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Ant Group’s Huabei consumer lending business shares credit records with China’s central bank

Written by Mengyuan Ge Published on     2 mins read

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Huabei is utilized by more than 200 million people and will be peeled off from the Alipay super app.

Ant Group’s “buy now, pay later” consumer lending business Huabei is now part of the credit system of the People’s Bank of China (PBOC), as a consequence of the unbundling of the Alipay super app and Chinese authorities taking control of customers’ financial data accumulated by major fintech firms.

The information that Huabei channels to PBOC includes all account registration dates, credit limits, and repayment records, according to a statement issued by Huabei on Weibo on Wednesday. Users say that they must consent to the data-sharing procedure in order to access Huabei’s features.

Some users are concerned about the impact of this credit data on other lending activity that was previously processed separately, like loan applications at banks. Prior to the current arrangement, Alipay processed user data from its payment apps and Alibaba’s e-commerce platforms to issue credit scores and small loans. Overdue payments would only affect lending credit processing within Alibaba’s constellation of apps.

Huabei began sharing credit data with PBOC in 2020, according to a report by Shanghai Securities News. However, this only covered a portion of its user base rather than all users. Jiebei, Ant Group’s small loan provider platform, has been linked with the central bank’s credit system since 2017.

“Under normal circumstances and with punctual repayments, the use of other financial services, including loan applications, will not be affected,” Huabei said in its Weibo statement. It will submit credit data to the central bank on a monthly basis, but will not disclose details of individual users’ consumption, the platform said.

“Our data shows that more than 99% of Huabei users have good credit records. We recommend users to continue to use Huabei within the scope of personal limits,” Huabei said.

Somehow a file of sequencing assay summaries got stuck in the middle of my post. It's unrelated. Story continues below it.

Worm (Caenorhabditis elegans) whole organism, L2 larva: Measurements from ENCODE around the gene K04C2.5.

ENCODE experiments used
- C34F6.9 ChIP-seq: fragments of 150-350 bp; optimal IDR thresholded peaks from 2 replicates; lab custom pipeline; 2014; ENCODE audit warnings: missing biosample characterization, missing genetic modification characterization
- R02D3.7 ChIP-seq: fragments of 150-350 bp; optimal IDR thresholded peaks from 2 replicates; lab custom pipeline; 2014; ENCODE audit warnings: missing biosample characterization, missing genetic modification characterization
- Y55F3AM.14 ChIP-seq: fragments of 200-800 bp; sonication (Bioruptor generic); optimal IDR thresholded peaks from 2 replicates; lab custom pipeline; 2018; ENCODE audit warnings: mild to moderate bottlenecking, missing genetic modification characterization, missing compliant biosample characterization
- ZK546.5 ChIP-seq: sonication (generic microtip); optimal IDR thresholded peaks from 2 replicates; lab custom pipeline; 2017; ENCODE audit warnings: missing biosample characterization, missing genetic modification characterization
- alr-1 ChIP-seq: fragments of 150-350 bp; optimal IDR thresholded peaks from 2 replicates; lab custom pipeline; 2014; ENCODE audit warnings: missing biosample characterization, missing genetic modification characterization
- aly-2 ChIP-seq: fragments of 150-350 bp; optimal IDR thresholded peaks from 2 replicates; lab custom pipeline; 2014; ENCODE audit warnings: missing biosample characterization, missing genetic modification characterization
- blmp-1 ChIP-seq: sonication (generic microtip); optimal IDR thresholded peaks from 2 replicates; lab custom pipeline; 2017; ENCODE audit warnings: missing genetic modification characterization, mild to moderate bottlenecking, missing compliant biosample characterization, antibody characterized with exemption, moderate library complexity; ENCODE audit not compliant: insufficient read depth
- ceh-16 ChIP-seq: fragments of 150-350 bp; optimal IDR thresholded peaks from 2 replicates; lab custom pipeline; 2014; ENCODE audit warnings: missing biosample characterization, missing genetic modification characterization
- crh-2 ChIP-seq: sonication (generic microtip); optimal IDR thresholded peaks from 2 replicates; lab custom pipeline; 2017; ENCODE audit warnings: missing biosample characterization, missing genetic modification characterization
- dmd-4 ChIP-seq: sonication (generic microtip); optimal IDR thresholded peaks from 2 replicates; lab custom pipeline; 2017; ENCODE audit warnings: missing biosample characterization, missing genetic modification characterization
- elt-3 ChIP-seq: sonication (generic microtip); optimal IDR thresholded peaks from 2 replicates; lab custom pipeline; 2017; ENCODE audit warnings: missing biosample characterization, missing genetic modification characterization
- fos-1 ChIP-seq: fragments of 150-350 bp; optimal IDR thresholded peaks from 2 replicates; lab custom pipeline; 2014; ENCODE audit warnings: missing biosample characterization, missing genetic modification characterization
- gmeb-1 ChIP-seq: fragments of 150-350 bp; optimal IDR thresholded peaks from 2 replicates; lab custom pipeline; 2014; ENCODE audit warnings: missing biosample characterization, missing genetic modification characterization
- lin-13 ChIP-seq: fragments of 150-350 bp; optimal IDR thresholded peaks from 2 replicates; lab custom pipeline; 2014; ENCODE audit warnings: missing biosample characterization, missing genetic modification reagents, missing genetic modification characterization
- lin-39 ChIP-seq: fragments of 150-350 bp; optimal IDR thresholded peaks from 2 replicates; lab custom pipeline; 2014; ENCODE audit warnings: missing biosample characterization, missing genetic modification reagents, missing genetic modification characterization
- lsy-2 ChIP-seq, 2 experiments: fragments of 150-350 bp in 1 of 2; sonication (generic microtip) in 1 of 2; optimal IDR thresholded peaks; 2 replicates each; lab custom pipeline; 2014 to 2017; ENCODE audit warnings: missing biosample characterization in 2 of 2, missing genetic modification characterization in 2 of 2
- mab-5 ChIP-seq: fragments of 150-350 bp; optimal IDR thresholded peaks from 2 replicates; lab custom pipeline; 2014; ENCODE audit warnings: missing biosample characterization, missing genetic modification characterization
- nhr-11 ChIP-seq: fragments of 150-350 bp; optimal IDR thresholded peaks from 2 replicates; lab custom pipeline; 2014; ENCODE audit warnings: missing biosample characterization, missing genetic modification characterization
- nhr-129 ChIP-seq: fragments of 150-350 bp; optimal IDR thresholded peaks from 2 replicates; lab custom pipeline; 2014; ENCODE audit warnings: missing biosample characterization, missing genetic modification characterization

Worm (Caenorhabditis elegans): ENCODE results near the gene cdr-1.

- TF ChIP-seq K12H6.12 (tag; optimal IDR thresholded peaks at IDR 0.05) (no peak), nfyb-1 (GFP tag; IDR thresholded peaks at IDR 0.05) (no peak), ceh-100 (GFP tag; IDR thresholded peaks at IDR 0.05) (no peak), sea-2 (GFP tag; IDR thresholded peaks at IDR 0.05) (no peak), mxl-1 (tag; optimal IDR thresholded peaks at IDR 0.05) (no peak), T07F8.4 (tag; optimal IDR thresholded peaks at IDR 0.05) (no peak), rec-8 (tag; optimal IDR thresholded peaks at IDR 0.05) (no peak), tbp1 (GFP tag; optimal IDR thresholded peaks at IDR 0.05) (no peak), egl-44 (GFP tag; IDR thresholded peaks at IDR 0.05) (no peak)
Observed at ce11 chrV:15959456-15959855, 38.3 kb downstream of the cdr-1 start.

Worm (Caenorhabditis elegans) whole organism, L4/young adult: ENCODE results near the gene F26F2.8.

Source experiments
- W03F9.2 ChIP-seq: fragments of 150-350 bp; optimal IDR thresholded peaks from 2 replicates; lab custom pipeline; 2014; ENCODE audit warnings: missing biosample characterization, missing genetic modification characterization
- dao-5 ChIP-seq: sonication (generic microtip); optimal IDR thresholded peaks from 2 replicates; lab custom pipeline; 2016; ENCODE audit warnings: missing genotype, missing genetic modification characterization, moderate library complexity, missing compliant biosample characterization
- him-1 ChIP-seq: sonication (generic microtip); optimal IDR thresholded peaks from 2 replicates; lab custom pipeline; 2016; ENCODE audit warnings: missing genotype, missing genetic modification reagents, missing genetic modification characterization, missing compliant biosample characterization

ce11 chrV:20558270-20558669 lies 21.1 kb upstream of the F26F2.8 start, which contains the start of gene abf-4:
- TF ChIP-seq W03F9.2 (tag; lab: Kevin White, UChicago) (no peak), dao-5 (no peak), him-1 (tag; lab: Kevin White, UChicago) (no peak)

Chinese regulators have ordered Ant Group to split off its consumer lending businesses, including Huabei and Jiebei, from its core fintech offering. Huabei and Jiebei are not part of a credit-scoring joint venture that is partially state-owned. These services will also have their own apps.

Alipay has more than 1.2 billion users, while Huabei and Jiebei share 500 million users, according to the company’s latest data.

Ant Group’s prospectus that was submitted to the Shanghai Stock Exchange ahead of its scuttled IPO indicates that its credit business, which encapsulates Huabei and Jiebei, has been the company’s most profitable vertical in recent years. In the first half of 2o20, this line of business raked in RMB 28.58 billion (USD 4.4 billion), accounting for 39% of the company’s revenue in that period.

As of the end of June 2020, the total sum borrowed by users through Ant’s lending services was RMB 1.73 trillion (USD 270 billion). Only 2% of that amount was funded using Ant’s own cash, 10% was funded by asset-backed securities, and the remaining 88% was funded by banks and trust companies.

This financing structure caused alarm in China’s regulators, which interfered to halt Ant Group’s IPO and implement stricter oversight.

Read this: Ant Group director sees relaunch of IPO “before too long”

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